Commentary:  In effect, Justice Holmes ruled in favor of Chicago. The experts for St. Louis had failed to prove their case.

Reference:  Leighton, Marshall O. 1907. “Pollution of Illinois and Mississippi Rivers by Chicago Sewage: A Digest of the Testimony Taken in the Case of the State of Missouri v. the State of Illinois and the Sanitary District of Chicago.” U.S. Geological Survey, Water Supply and Irrigation Paper No. 194, Series L, Quality of Water, 20, Department of the Interior, Washington, D.C.: U.S. Government Printing Office.

Charles V. Chapin

January 17, 1856:  Charles V. Chapin was born.“Charles Value Chapin (January 17, 1856 – January 31, 1941 in Providence) was a pioneer in public-health practice, serving as one of the Health Officers for Providence, Rhode Island between 1884 and 1932. He also served as President of the American Public Health Association in 1927. His observations on the nature of the spread of infectious disease were dismissed at first, but eventually gained widespread support. His book, The Sources and Modes of Infection, was frequently read in the United States and Europe. The Providence City Hospital was renamed the Charles V. Chapin Hospital in 1931 to recognize his substantial contributions to improving the sanitary condition of the city of Providence.”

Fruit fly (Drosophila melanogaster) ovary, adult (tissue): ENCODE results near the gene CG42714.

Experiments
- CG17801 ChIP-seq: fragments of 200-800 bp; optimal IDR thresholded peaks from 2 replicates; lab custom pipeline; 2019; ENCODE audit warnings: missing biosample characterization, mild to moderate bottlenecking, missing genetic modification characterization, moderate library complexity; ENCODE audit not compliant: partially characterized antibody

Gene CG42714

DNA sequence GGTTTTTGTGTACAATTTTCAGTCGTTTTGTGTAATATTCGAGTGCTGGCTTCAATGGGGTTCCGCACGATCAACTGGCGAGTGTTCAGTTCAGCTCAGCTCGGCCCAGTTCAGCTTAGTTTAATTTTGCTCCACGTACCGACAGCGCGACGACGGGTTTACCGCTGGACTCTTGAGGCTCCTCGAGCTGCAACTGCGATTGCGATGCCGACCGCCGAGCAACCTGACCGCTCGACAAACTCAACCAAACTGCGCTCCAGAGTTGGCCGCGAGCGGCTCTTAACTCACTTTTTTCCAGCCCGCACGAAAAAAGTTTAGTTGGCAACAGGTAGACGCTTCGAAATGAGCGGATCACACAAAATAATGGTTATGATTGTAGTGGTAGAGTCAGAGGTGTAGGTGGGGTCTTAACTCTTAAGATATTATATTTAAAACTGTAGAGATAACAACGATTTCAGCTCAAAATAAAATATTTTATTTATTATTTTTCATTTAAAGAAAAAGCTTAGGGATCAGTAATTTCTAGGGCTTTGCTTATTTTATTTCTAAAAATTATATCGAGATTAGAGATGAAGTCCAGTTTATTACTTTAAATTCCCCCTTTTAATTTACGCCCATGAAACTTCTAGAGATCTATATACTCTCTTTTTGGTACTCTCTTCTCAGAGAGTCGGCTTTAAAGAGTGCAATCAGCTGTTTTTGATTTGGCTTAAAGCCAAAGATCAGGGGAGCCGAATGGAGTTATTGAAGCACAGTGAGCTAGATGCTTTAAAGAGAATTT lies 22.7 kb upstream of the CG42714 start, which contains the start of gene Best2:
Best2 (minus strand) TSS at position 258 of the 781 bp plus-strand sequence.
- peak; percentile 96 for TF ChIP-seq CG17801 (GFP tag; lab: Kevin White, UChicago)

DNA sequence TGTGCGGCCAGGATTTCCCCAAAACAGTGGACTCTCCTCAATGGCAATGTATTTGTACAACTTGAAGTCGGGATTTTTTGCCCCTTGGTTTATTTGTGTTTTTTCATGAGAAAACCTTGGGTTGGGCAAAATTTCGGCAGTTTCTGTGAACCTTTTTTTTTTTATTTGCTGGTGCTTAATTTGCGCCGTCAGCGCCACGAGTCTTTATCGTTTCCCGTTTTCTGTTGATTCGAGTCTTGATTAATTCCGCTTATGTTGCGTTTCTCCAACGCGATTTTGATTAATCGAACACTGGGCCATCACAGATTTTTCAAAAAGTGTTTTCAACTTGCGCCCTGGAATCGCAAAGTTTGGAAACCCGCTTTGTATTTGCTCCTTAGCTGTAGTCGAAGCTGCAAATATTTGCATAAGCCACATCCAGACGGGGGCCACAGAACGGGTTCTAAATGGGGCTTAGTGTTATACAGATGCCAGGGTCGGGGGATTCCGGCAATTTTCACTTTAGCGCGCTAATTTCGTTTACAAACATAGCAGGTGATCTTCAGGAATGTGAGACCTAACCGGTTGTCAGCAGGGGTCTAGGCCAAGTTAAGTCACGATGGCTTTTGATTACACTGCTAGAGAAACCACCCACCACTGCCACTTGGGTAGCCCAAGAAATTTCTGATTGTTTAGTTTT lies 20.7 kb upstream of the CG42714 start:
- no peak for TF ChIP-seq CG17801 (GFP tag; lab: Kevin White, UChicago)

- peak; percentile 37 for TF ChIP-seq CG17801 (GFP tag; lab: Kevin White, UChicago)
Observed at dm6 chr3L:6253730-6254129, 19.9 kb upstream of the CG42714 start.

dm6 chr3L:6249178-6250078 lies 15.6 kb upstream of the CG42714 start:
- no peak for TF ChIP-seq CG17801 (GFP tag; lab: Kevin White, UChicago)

Commentary:  Chapin defined the new public health movement at the beginning of the 20thcentury. His career expressed the advances in public health that we all now take for granted.